A Basshead's Delight: The V-Moda Crossfade M-100 Measurements


Click on graphs image to download .pdf for closer inspection.

Here's a perfect example of Steve Guttenberg's objection to headphone measurements for consumers. If I'd have seen these measurements prior to listening to these cans I wouldn't be able to tell if I would like them or not. They're quite good in some ways, and pretty odd in others.

Raw frequency response plots show these cans don't change much with positional changes, and the seal remains good throughout. Compensated frequency response plots show a headphone with a significant warm tilt overall, a mid-range depression, and an uneven response in the treble. Putting what I heard together with this plot, I think we see a roughly 8dB elevated bass below 200Hz, then a mid-range that's got an emphasized presence peak at 1kHz, followed by a reduced treble response with a sparkly peak at 10kHz. That 10kHz peak is usually very annoying to me in other cans that exhibit this feature, but it didn't bother me a bit with the M-100.

Worth noting since V-Moda claims to be very careful with consistant driver performance is the excellent channel matching with these cans. Not only in the FR plots but in all the plots on this page. It's certainly among the best I've seen and quite a nice result.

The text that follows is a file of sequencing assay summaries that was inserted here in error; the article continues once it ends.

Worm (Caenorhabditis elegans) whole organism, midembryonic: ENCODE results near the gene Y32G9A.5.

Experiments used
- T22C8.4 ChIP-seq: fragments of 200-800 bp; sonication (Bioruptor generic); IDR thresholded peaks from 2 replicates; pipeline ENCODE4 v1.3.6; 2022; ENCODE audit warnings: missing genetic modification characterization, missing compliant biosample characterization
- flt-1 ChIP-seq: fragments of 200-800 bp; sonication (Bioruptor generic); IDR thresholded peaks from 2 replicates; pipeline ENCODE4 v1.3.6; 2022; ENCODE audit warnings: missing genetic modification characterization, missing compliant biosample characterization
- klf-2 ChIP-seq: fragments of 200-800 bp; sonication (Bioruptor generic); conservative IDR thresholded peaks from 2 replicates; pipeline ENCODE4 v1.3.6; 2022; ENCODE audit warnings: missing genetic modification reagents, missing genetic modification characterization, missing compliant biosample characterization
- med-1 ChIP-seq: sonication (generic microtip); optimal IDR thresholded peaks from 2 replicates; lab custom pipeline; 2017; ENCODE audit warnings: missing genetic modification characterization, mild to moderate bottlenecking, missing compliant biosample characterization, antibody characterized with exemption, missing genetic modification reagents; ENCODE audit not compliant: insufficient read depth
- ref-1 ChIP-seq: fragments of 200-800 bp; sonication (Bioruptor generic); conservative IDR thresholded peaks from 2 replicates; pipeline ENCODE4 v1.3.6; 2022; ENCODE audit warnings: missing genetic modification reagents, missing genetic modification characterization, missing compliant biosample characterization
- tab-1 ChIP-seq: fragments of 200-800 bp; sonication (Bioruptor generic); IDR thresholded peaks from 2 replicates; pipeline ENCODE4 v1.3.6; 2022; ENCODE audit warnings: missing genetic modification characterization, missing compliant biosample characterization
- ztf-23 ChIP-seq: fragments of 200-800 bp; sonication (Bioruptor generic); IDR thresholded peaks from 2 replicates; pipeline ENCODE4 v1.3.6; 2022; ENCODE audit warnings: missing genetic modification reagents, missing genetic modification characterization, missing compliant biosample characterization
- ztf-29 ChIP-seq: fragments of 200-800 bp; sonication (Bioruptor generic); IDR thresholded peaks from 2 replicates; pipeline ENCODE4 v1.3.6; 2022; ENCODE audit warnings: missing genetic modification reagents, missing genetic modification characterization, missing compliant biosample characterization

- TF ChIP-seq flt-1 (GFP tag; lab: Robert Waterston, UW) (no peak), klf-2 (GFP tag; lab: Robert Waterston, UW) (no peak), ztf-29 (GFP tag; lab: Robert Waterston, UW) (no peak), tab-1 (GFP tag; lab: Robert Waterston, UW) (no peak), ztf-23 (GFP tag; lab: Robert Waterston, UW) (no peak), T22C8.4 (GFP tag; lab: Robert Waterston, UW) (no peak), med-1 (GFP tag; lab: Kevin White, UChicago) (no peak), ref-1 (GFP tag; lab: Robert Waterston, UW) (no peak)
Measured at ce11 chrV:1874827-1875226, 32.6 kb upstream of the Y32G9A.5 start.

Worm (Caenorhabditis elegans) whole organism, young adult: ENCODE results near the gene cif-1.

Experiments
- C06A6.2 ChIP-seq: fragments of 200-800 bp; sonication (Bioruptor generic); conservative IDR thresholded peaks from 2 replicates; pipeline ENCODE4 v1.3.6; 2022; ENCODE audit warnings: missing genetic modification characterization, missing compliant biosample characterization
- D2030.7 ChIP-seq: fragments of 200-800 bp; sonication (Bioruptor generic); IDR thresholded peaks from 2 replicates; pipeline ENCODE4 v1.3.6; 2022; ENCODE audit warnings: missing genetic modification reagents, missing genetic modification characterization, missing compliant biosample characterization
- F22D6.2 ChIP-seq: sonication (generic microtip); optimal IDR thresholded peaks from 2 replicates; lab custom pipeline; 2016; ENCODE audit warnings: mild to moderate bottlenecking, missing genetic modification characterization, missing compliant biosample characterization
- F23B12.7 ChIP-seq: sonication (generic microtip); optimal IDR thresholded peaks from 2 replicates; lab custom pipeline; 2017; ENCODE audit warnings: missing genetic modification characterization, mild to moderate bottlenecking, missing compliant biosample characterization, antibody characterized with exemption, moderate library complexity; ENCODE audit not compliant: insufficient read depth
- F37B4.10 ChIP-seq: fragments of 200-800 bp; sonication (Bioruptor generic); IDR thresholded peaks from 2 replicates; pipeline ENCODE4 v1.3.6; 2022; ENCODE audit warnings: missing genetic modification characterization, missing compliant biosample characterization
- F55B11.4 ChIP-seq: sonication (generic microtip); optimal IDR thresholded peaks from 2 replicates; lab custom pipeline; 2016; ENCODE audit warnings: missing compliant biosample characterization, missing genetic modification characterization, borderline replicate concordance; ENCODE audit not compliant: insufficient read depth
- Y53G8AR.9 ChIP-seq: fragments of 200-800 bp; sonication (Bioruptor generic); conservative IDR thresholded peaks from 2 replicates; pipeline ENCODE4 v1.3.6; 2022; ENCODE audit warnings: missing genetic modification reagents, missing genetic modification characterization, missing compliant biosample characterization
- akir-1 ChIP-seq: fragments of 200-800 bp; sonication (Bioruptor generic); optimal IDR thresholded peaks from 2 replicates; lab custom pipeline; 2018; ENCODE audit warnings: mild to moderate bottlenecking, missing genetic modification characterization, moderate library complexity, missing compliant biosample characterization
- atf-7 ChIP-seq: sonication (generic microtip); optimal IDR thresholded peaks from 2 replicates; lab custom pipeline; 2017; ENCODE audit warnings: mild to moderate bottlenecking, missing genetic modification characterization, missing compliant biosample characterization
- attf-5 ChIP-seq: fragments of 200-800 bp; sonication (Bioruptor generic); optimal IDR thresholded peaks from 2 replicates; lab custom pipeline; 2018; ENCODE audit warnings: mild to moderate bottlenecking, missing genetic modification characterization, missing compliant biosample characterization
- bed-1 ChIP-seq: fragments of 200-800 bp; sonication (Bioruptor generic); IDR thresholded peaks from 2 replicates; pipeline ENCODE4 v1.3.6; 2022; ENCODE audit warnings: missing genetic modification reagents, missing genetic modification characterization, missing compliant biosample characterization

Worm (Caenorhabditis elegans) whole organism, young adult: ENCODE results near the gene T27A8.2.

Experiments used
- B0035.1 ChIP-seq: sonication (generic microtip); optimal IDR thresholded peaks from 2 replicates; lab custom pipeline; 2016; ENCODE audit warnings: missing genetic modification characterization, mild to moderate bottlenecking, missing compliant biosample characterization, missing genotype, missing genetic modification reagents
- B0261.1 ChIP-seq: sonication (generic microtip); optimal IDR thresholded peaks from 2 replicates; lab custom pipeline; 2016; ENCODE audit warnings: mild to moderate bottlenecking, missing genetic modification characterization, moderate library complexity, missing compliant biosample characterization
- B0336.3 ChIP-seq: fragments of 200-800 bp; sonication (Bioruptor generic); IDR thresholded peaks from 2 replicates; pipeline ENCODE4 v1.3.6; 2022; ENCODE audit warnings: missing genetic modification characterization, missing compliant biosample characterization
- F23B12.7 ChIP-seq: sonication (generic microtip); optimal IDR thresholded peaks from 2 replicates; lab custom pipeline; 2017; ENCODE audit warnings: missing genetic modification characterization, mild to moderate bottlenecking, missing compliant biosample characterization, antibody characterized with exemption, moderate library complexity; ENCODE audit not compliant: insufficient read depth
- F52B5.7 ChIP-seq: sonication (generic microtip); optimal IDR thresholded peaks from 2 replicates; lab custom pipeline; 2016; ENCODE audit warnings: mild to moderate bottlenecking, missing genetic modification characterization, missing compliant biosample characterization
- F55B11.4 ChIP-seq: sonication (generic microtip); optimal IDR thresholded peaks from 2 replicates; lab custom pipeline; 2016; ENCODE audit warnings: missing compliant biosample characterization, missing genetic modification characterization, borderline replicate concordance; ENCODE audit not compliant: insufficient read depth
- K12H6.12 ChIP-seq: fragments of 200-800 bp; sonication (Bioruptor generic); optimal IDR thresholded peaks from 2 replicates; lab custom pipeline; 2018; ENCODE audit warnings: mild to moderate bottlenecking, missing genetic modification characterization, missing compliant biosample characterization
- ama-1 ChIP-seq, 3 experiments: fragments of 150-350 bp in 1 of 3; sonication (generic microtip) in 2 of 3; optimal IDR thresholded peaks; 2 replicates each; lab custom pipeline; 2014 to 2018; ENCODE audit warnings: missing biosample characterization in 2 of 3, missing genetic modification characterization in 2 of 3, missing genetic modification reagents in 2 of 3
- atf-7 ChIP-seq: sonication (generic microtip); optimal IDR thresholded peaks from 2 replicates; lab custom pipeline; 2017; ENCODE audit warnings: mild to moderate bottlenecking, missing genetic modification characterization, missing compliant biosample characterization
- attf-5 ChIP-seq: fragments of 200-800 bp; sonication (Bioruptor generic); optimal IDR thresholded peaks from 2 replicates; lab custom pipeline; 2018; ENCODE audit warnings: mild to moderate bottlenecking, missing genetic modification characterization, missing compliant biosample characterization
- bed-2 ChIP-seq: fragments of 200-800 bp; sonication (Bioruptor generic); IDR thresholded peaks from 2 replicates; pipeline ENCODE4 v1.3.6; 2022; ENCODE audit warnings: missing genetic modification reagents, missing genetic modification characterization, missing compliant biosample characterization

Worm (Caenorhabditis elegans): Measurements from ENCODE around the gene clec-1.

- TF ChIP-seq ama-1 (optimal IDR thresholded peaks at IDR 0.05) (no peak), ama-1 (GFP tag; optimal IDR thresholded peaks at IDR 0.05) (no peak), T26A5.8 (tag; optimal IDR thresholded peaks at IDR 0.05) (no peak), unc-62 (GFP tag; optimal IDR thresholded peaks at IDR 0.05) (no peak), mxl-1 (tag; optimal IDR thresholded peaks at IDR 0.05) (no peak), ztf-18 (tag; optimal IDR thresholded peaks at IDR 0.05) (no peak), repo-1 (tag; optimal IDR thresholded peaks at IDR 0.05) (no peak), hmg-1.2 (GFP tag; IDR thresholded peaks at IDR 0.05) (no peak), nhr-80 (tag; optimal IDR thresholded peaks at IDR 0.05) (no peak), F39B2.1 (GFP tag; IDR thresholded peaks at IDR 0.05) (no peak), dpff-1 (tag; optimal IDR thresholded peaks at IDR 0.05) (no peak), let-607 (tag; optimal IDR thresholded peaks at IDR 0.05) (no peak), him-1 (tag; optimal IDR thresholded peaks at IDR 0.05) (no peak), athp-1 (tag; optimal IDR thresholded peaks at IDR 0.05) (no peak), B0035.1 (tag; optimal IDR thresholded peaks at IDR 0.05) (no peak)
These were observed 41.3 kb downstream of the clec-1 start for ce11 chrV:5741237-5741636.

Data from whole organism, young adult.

30Hz square wave shows the rounded leading edge of a punchy headphone with a significant leading edge spike give some detail to what otherwise can be a boring, rolled-off treble if not present. The long flat top after the hump in the beginning shows tight, extended bass response.

In the 300Hz square wave we can see this significant first peak and smaller secondary overshoot. Were the top of the waveform flat subsequent to these peaks, I'm sure I would have found them too strident. But the rising top after the initial peak, I believe, tends to balance things out.

The impulse response plot clearly shows a bit of ringing, and likely is the source of the slightly artificial sounding treble I heard in listening tests. The ring damps fairly rapidly however, which might make for the impression of sparkly highs as opposed to something more disturbing.

THD+noise plot shows midrange distortion slightly higher than normal, but bass distortion is much better than normal again indicating tight, clean bass. The 100dB plots being so cleanly below the 90dB plot indicate a headphone with excellent power handling ability. Yes, these cans remain pretty clean when played loud.

The impedance plot show a 35 Ohm headphone with little variation in impedance over frequency. This headphone will not change tonal character much when driven by relatively high output impedance portable players and smartphones.

The isolation plot shows about average isolation for a full-size sealed headphone. Broadband isolation is -13dB. The headphones take 31mVrms to reach 90dB indicating they'll easily reach loud volume levels on portable devices.